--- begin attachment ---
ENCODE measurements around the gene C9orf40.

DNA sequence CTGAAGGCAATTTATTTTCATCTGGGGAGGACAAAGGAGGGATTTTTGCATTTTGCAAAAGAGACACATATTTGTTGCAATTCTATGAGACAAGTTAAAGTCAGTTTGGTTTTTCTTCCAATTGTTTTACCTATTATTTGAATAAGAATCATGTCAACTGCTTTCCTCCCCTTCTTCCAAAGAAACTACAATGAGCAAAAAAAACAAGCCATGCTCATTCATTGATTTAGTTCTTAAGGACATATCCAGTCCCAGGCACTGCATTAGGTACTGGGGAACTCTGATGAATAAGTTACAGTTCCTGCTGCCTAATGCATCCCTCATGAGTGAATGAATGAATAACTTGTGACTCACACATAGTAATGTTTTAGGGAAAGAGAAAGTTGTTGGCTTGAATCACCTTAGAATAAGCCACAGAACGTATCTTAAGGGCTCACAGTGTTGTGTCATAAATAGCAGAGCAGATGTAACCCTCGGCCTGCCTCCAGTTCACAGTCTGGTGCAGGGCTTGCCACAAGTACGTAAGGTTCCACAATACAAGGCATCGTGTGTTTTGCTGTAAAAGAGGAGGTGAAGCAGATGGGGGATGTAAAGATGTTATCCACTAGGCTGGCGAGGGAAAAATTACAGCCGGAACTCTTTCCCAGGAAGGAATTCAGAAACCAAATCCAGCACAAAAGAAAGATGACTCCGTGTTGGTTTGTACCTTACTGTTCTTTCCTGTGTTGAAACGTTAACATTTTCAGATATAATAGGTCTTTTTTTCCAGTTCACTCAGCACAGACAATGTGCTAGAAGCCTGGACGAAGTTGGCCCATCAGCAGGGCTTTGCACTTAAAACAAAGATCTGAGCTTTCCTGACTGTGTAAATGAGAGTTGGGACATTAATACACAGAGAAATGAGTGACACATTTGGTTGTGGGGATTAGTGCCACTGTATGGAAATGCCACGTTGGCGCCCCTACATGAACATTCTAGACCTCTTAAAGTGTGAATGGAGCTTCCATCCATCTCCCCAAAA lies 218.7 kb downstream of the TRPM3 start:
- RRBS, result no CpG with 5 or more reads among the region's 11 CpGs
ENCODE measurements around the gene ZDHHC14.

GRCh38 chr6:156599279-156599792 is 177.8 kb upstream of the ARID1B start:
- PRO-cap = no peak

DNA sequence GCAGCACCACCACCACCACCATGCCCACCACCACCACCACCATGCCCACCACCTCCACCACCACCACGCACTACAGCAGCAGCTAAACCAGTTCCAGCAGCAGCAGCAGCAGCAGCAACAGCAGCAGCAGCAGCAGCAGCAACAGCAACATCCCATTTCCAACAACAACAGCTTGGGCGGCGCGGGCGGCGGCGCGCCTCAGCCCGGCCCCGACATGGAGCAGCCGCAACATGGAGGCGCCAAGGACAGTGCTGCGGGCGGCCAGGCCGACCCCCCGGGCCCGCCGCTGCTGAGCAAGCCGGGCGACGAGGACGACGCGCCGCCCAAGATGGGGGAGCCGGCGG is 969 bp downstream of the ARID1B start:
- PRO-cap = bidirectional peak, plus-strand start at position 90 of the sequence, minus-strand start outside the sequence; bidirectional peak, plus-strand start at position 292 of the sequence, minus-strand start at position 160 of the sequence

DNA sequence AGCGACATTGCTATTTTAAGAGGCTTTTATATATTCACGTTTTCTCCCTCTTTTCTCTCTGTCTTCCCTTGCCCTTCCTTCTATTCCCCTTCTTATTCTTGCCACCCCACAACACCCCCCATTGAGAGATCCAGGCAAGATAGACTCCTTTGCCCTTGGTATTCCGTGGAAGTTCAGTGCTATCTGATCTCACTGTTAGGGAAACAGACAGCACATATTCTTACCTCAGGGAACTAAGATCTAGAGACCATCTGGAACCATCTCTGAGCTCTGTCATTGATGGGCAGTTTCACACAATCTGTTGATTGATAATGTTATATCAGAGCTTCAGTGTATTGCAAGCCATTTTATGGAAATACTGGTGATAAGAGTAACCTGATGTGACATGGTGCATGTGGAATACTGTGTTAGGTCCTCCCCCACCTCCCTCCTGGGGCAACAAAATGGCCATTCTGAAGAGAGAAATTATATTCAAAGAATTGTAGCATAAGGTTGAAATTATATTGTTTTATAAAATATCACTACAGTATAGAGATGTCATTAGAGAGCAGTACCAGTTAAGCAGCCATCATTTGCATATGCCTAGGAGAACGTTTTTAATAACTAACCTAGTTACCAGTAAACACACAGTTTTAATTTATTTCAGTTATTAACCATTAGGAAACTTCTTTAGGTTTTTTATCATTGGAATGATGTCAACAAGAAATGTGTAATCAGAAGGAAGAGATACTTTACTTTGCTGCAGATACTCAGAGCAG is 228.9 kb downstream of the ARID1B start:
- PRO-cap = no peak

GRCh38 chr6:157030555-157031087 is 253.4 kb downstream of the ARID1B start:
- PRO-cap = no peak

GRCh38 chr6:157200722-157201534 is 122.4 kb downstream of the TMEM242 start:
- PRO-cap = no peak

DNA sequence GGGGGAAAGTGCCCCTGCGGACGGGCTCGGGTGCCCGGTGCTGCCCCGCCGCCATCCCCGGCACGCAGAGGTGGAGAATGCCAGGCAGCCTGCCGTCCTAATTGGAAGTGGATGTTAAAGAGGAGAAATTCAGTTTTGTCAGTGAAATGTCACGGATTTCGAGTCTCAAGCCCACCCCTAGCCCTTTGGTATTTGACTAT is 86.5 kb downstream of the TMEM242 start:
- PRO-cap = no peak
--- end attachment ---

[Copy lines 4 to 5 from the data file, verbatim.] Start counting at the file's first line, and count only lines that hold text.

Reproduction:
ENCODE measurements around the gene ZDHHC14.

GRCh38 chr6:156599279-156599792 is 177.8 kb upstream of the ARID1B start: